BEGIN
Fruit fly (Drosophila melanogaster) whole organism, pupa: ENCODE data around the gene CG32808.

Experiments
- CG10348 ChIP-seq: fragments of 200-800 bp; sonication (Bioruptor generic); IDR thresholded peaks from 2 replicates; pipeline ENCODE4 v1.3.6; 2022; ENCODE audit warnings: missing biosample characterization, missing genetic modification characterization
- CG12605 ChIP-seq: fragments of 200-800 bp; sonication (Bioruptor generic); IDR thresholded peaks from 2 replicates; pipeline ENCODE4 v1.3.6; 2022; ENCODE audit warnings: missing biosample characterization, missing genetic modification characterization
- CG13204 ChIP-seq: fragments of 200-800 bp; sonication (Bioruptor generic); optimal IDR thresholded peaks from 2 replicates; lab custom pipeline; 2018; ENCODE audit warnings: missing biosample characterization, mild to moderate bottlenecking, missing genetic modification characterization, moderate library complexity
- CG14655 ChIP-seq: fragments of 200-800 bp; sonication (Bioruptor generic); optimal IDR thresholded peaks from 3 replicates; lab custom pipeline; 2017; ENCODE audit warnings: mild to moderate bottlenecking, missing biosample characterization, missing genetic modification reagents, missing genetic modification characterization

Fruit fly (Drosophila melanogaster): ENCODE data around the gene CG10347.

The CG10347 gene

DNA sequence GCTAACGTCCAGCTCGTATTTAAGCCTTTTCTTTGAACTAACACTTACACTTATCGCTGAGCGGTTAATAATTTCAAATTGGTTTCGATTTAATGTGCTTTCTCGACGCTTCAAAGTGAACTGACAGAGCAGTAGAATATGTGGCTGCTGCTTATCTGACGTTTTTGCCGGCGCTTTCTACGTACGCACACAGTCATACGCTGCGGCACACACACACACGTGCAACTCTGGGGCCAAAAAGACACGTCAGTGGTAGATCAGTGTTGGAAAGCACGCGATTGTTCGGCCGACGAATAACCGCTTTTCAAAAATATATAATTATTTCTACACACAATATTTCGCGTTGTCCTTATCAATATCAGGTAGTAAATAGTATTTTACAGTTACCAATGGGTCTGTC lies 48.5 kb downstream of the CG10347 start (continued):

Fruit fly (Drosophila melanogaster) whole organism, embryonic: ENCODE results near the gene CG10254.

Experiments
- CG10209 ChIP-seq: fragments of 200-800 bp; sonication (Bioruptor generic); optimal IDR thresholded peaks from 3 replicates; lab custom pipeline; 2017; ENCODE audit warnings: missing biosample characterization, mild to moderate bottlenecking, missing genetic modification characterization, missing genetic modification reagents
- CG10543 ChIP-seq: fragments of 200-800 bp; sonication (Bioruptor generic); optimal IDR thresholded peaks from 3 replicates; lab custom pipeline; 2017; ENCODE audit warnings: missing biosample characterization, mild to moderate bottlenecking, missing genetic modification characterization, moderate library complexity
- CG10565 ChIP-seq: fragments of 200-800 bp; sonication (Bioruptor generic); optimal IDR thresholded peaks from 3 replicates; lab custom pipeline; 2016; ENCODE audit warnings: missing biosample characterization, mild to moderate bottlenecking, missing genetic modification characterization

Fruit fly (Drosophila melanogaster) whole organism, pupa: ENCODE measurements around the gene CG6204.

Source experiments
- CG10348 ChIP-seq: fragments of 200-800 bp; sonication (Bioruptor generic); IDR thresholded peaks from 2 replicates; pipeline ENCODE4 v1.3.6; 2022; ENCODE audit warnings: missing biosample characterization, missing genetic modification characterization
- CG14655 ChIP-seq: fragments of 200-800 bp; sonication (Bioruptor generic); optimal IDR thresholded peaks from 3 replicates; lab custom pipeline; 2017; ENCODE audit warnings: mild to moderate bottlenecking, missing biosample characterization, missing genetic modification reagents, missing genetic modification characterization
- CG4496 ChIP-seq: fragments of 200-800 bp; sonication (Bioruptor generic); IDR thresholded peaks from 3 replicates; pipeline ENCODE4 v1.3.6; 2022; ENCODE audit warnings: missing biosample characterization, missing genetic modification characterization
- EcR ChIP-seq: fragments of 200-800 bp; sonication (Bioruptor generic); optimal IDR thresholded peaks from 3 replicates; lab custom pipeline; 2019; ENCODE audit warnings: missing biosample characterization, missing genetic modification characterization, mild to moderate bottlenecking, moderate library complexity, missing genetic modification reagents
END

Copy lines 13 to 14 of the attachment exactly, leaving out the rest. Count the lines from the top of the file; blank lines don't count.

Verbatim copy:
- CG10543 ChIP-seq: fragments of 200-800 bp; sonication (Bioruptor generic); optimal IDR thresholded peaks from 3 replicates; lab custom pipeline; 2017; ENCODE audit warnings: missing biosample characterization, mild to moderate bottlenecking, missing genetic modification characterization, moderate library complexity
- CG10565 ChIP-seq: fragments of 200-800 bp; sonication (Bioruptor generic); optimal IDR thresholded peaks from 3 replicates; lab custom pipeline; 2016; ENCODE audit warnings: missing biosample characterization, mild to moderate bottlenecking, missing genetic modification characterization